Unique Names Starting With G
Meaning:"white shadow, white wave"
Description:Guinevere was the name of the beautiful but ill-fated queen of Camelot, for so many years eclipsed by its modern Cornish form Jennifer. Today, Guinevere could be a cool possibility for adventurous parents intrigued by this richly evocative and romantic choice.
Origin:Diminutive of Augustus, Angus, Gustave, Augustin, Augusten, Augustine, August
Description:Gus is a homey grandpa nickname name that can work as a short form for any of the above or stand on its own as a cutting-edge replacement for Max and Jake--though it was off the Top 1000 from 1978 until 2016, when it squeaked in at Number 999.
Description:The name of the Greek mythological earth goddess and universal mother; actress Emma Thompson stated that she was attracted by its ecological element, so other "green" parents may want to follow her lead.
Description:The patron saint of comedians and dancers (also known as St Vitus) has a name that is both the ultimate everyman, and has a hint of British aristocracy. In the States, Guy was most popular in the 1950s. Now he hovers steadily below the Top 1000, in the sweet spot of familiar but not overused. With the meteoric rise of Kai, Guy may have potential with parents looking for a more classic name with a similar sound.
Origin:Color name, also diminutive of Grayson
Description:The girls have Violet and Scarlet and Ruby and Rose, but for the boys there's a much more limited palette of color names. Gray (or Grey), is one exception, which could make for a soft and evocative--if slightly somber-- choice, especially in the middle. Kaitlin Olson and Rob McElhenney recently named their son Leo Grey.
Origin:Anglicized form of Yiddish Golde or Golda
Description:More Sadie than Sadie, this old canasta player--somewhat modernized and energized by Goldie Hawn--looks like it could be making a comeback. It was recently chosen for her daughter by Ione Skye and Ben Lee, as well as by shoemeister Steve Madden.
Description:Like high-kicking amies Coco and Fifi, Gigi has a lot of Gallic spunk but lacks substance. Was chosen for her daughter by designer Cynthia Rowley. While some parents might fashionably use Gigi on its own, we'd recommend lengthening it on the birth certificate to something like Georgiana or Gabrielle.
Description:Considered ultra debonair in the silent-movie era, Gilbert then went through a nerdy phase, a la Gilbert Gottfried. Now though, like Albert and Alfred and Walter and Frank, it could be in for a style revival.
Meaning:"strength of a spear"
Description:Could cute nickname Gertie, remembered as cute five-year-old Drew Barrymore in E.T., revive the long shunned Gertrude?
Origin:Scottish, contraction of surname Gregor; Latin
Description:This attractive Scottish surname choice, has a certain amount of glamour thanks to feisty British-born red-haired forties Academy Award winner Greer Garson, who was born Eileen Evelyn Greer Garson--Greer was her Irish mother's maiden name). Greer was chosen much more recently by Kelsey Grammer for his daughter and by Brooke Shields in the Grier form. As a surname, it's associated with feminist writer/activist Germaine Greer.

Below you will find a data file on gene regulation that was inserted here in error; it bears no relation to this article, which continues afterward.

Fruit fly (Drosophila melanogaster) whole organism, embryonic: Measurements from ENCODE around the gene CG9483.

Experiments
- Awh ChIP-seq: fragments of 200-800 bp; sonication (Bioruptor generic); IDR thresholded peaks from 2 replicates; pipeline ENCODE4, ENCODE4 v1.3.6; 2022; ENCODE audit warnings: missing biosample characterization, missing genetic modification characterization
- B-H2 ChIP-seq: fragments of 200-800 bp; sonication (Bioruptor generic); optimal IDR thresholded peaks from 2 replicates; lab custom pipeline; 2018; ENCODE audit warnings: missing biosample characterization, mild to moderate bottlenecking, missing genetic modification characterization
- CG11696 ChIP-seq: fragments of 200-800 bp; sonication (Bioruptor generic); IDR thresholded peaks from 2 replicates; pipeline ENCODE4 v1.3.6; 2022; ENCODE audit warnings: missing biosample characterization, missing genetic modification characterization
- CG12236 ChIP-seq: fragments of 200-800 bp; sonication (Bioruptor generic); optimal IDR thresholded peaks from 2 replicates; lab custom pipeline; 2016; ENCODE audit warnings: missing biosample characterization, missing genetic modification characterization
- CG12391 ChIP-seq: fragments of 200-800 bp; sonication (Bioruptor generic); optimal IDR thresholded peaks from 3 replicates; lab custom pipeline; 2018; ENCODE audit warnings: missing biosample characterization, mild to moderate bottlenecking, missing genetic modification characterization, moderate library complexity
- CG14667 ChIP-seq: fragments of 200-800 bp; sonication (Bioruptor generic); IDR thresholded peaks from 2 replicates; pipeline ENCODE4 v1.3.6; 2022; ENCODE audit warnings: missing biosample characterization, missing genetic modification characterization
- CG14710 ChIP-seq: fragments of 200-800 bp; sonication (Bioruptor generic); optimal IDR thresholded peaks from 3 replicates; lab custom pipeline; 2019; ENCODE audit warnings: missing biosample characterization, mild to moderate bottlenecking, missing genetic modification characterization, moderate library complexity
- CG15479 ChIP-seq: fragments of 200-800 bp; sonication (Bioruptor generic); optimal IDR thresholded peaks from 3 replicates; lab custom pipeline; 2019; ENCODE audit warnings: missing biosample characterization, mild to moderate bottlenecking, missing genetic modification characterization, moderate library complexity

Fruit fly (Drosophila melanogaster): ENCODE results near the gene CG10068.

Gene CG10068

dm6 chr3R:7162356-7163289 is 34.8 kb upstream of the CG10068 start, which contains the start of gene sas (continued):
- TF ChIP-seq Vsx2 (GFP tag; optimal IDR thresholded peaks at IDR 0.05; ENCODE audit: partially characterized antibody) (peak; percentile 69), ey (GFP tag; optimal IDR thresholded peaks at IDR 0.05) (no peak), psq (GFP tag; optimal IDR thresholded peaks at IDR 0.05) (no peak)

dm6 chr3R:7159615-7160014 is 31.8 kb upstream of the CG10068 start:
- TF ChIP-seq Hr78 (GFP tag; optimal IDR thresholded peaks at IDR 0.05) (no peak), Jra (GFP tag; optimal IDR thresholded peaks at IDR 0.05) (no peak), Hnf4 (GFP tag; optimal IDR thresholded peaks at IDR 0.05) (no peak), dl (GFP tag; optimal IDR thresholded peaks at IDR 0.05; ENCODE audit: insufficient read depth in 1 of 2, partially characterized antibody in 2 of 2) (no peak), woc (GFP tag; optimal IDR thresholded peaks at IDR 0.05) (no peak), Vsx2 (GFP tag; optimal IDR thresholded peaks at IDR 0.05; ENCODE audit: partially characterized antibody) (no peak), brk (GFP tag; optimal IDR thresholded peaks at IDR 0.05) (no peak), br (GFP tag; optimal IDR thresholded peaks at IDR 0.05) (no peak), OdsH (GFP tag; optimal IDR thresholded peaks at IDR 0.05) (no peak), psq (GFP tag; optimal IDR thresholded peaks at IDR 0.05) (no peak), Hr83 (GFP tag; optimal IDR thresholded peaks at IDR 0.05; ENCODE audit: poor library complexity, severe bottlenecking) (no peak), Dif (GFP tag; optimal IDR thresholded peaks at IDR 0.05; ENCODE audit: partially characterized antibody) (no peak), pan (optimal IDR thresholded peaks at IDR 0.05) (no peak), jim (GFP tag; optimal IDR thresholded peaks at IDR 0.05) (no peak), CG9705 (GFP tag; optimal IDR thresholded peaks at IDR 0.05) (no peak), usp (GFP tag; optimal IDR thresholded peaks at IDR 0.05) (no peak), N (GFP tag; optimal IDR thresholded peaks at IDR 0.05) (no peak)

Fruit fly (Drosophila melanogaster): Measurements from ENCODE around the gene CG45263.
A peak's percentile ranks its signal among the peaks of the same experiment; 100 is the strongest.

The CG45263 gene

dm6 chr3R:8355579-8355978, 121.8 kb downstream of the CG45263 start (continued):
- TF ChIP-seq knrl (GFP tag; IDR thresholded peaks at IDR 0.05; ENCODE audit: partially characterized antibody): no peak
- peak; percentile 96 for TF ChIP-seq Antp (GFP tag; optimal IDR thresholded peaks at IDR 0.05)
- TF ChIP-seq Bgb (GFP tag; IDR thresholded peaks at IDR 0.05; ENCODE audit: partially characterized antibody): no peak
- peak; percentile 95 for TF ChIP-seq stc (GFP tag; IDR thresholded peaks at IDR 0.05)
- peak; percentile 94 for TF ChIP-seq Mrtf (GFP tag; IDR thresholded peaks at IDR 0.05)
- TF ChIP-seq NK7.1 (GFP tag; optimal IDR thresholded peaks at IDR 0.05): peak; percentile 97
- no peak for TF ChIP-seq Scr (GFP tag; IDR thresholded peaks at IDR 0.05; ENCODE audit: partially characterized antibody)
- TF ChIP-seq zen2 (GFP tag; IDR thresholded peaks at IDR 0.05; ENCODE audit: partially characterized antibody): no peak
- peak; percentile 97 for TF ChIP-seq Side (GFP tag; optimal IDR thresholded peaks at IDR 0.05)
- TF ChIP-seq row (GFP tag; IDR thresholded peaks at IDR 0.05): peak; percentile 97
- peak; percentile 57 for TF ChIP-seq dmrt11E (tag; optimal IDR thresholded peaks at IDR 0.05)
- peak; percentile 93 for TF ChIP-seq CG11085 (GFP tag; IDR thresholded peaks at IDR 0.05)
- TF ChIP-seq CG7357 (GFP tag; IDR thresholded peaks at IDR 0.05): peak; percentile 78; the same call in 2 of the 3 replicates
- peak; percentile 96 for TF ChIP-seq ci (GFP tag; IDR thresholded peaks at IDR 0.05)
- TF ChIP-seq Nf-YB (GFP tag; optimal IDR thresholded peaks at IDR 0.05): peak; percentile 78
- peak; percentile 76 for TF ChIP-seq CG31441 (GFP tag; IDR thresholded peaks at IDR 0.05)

Origin:Feminine variation of Julian
Description:Gillian is a name that was in common usage in Great Britain until the 1970s, when it dropped out of the Top 100 and is yet to return. Until recently, it had not crossed the Atlantic in significant numbers, except in the short form Jill.
Description:Many will associate this name with Galen of Pergamon, the second-century physician considered to be the founding father of medicine. A more recent reference is Star Wars character Galen Erso. The name still projects a gentle, scholarly image, while sharing sounds with more popular names like Aiden and Nathan. Bonus: it's also an anagram of Angel.
Origin:German surname and literary name
Description:Gatsby is one of the most famous literary surnames, borne by the titular character of F. Scott Fitzgerald's The Great Gatsby. The book's Jay Gatsby gussied up his surname from Gatz, whose meaning is given variously as left-handed, cat, God, and person from Gat. As a first name, it's got a lot of energy and that great literary pedigree.
Description:Stately Gaius (pronounced GUY-us) was in the name of many ancient Romans, including Julius Caesar. Little-used before the year 2000, it now feels like a fresh possibility in the revival of Latin boys' names like Atticus and Cassius. Caius and derivatives like Caio come from the same root. You could also see Gaius as a male version of the earth-goddess name Gaia.
Origin:English, feminine variation of George
Description:Now more popular than Georgiana in Britain, this elegant Dickens. Jane Austen name deserves attention. Most American parents prefer Georgia to Georgina or any other feminization of George.
Description:Because of Gwyneth Paltrow, this has almost become a one-person name, but not in the prohibitive there's-only-one-Oprah sense. Also seen as Gwenyth and Gweneth, this mellifluous appellation is definitely becoming more and more appreciated by American parents-- enough to land it on this year's Top 1000.
Origin:English, feminine variation of George
Description:Long a popular upper-crust form in England, where it's pronounced George-ee-AH-na, Georgiana has been been neglected here. But with Georgia growing more popular and the general fashion for elaborate feminine names, Georgiana might have room to grow.
Origin:German and French, feminine variation of Gerald
Meaning:"ruler with the spear"
Description:Though twin brother Gerald is still in baby name limbo, Geraldine is in line to follow the path of Josephine to imminent revival—even though Gerry is not as spunky a nickname as Josie.
Description:Originally a unisex nickname for a redhead -- red hair is called "ginger" in Britain -- or for the name Virginia, Ginger perennially wears pink gingham and spike heels.
Origin:Swiss place-name or French
Description:Unlike its somewhat formal Swiss city namesake, this is a lively and appealing place-name that also has a real history as a female name.
Origin:Possibly a form or Claudia or Welsh
Description:Hard as it might be to believe, Gladys was the Harper of 1900, emerging almost out of nowhere to take the naming world by storm. It became a favorite among parents — and writers of romantic Edwardian novels, seen as alluring and unusual. One impetus was the 1870 Ouida novel Puck, whose heroine was the idealized beauty, Gladys Gerant.
Meaning:"lives near a grove of trees"
Description:Forget the furry blue Muppet, forget corpulent President Cleveland (not too difficult), and consider this name anew. We think it's spunky, a little funky, and well worth a second look.
Description:A classic Welsh name, softer than Griffin and friendlier to spell than Gruffudd - that hasn't had as much love as it deserves elsewhere. Namesakes range from medieval kings to the philanthropist Griffith J. Griffith, who left land to the city of Los Angeles. It's great in full, but Griff is cool too.